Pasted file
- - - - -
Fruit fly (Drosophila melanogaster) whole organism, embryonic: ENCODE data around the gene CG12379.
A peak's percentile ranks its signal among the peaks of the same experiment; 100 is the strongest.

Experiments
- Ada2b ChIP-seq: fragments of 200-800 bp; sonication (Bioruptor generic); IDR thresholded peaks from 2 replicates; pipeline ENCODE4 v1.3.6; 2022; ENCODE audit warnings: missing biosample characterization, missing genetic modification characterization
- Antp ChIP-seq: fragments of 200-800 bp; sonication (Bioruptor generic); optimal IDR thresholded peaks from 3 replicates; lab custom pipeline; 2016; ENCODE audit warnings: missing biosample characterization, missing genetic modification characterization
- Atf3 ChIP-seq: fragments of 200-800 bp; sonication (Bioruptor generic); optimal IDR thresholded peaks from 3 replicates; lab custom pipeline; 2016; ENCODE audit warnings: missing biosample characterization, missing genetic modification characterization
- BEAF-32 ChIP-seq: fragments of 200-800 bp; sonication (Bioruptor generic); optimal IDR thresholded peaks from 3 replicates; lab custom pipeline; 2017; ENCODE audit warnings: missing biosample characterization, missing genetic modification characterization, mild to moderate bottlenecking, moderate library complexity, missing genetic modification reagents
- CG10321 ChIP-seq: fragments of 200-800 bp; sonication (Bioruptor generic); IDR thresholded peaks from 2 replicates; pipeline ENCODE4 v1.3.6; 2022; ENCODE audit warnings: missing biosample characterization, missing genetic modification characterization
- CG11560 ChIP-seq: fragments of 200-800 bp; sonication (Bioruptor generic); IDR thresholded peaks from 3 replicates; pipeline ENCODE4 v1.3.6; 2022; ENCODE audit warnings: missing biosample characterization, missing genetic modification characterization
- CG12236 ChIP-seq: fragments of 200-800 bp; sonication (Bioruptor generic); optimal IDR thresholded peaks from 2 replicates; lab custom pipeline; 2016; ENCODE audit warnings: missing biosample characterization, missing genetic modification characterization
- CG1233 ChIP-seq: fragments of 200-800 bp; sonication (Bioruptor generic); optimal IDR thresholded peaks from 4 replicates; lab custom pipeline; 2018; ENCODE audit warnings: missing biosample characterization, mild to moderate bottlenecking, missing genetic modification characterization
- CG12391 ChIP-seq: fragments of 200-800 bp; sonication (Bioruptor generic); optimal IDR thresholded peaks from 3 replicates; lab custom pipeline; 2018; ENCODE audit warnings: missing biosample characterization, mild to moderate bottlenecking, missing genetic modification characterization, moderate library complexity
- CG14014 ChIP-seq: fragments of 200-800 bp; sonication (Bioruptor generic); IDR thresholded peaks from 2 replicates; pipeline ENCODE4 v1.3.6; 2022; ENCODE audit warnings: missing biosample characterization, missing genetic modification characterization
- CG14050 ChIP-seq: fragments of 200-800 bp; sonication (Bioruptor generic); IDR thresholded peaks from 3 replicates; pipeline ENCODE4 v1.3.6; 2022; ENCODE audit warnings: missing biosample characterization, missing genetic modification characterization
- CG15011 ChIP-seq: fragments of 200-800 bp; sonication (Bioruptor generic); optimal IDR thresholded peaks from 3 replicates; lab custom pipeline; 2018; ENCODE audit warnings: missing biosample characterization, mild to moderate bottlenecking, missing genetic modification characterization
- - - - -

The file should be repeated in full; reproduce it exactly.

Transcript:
Fruit fly (Drosophila melanogaster) whole organism, embryonic: ENCODE data around the gene CG12379.
A peak's percentile ranks its signal among the peaks of the same experiment; 100 is the strongest.

Experiments
- Ada2b ChIP-seq: fragments of 200-800 bp; sonication (Bioruptor generic); IDR thresholded peaks from 2 replicates; pipeline ENCODE4 v1.3.6; 2022; ENCODE audit warnings: missing biosample characterization, missing genetic modification characterization
- Antp ChIP-seq: fragments of 200-800 bp; sonication (Bioruptor generic); optimal IDR thresholded peaks from 3 replicates; lab custom pipeline; 2016; ENCODE audit warnings: missing biosample characterization, missing genetic modification characterization
- Atf3 ChIP-seq: fragments of 200-800 bp; sonication (Bioruptor generic); optimal IDR thresholded peaks from 3 replicates; lab custom pipeline; 2016; ENCODE audit warnings: missing biosample characterization, missing genetic modification characterization
- BEAF-32 ChIP-seq: fragments of 200-800 bp; sonication (Bioruptor generic); optimal IDR thresholded peaks from 3 replicates; lab custom pipeline; 2017; ENCODE audit warnings: missing biosample characterization, missing genetic modification characterization, mild to moderate bottlenecking, moderate library complexity, missing genetic modification reagents
- CG10321 ChIP-seq: fragments of 200-800 bp; sonication (Bioruptor generic); IDR thresholded peaks from 2 replicates; pipeline ENCODE4 v1.3.6; 2022; ENCODE audit warnings: missing biosample characterization, missing genetic modification characterization
- CG11560 ChIP-seq: fragments of 200-800 bp; sonication (Bioruptor generic); IDR thresholded peaks from 3 replicates; pipeline ENCODE4 v1.3.6; 2022; ENCODE audit warnings: missing biosample characterization, missing genetic modification characterization
- CG12236 ChIP-seq: fragments of 200-800 bp; sonication (Bioruptor generic); optimal IDR thresholded peaks from 2 replicates; lab custom pipeline; 2016; ENCODE audit warnings: missing biosample characterization, missing genetic modification characterization
- CG1233 ChIP-seq: fragments of 200-800 bp; sonication (Bioruptor generic); optimal IDR thresholded peaks from 4 replicates; lab custom pipeline; 2018; ENCODE audit warnings: missing biosample characterization, mild to moderate bottlenecking, missing genetic modification characterization
- CG12391 ChIP-seq: fragments of 200-800 bp; sonication (Bioruptor generic); optimal IDR thresholded peaks from 3 replicates; lab custom pipeline; 2018; ENCODE audit warnings: missing biosample characterization, mild to moderate bottlenecking, missing genetic modification characterization, moderate library complexity
- CG14014 ChIP-seq: fragments of 200-800 bp; sonication (Bioruptor generic); IDR thresholded peaks from 2 replicates; pipeline ENCODE4 v1.3.6; 2022; ENCODE audit warnings: missing biosample characterization, missing genetic modification characterization
- CG14050 ChIP-seq: fragments of 200-800 bp; sonication (Bioruptor generic); IDR thresholded peaks from 3 replicates; pipeline ENCODE4 v1.3.6; 2022; ENCODE audit warnings: missing biosample characterization, missing genetic modification characterization
- CG15011 ChIP-seq: fragments of 200-800 bp; sonication (Bioruptor generic); optimal IDR thresholded peaks from 3 replicates; lab custom pipeline; 2018; ENCODE audit warnings: missing biosample characterization, mild to moderate bottlenecking, missing genetic modification characterization